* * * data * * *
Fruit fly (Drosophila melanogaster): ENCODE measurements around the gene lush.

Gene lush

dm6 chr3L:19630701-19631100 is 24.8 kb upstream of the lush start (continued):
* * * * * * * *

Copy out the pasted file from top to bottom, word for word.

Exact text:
Fruit fly (Drosophila melanogaster): ENCODE measurements around the gene lush.

Gene lush

dm6 chr3L:19630701-19631100 is 24.8 kb upstream of the lush start (continued):